Animal rights group Friends of Animals has filed a lawsuit over a planned wild horse roundup in Nevada.
The suit was filed Thursday in U.S. District Court in Reno, the Associated Press reported. It claims that the U.S. Bureau of Land Management (BLM) violated the National Environmental Policy Act and other laws by approving the removal of nearly 10,000 mustangs over 10 years in a 4,900-square-mile expanse of federal rangeland near the Nevada-Utah border.
Michael Harris, director of the group’s Wildlife Law Program in Colorado, said the roundups could occur without public notice or comment and without site-specific analysis of each individual gather.
The “roundup decision is unprecedented in size and scope,” the suit states, and would allow BLM to “continually roundup, remove, drug and castrate wild horses for 10 years after the initial roundup.”
The film Wild Horses and Renegades has generated a federal lawsuit, Kleinert v. Salazar, challenging the recent Disappointment Valley helicopter roundup based on violations of the 1971 Free Roaming Wild Horse & Burro Act, the National Environmental Policy Act (NEPA), and the U.S. Constitution.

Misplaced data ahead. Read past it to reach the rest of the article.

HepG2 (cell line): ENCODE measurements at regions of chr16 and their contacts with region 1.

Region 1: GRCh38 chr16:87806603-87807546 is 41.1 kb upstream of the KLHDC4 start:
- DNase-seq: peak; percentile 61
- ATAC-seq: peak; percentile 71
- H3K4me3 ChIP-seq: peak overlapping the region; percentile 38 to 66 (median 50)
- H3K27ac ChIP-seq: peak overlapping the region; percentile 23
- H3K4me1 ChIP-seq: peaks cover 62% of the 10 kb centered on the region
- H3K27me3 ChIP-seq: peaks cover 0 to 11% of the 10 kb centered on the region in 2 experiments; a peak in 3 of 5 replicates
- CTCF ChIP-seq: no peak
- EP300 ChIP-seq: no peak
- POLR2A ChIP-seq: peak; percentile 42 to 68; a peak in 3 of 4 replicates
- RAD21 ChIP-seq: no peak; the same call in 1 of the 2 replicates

The legal strategy focuses on staying in court post-roundup. Federal lawsuits against the BLM under the 1971 Wild Horse Act are rare and recent, and this area of the law is literally developing by the day. Most lawsuits are dismissed for lack of standing and mootness. The Kleinert case is unique and should withstand dismissal. This is because the volunteer group is able to return captured horses back to the larger range they inhabited 1971, so the herd can repopulate to a higher, genetically sustainable size
Since the captured Disappointment horses can in fact be returned to the range thanks to community support, the court can grant this relief, which means the case should withstand dismissal and the plaintiffs can stay in court post-roundup.
This will be a rare opportunity to create new law. It could be a game changer for the American wild horse and its advocates.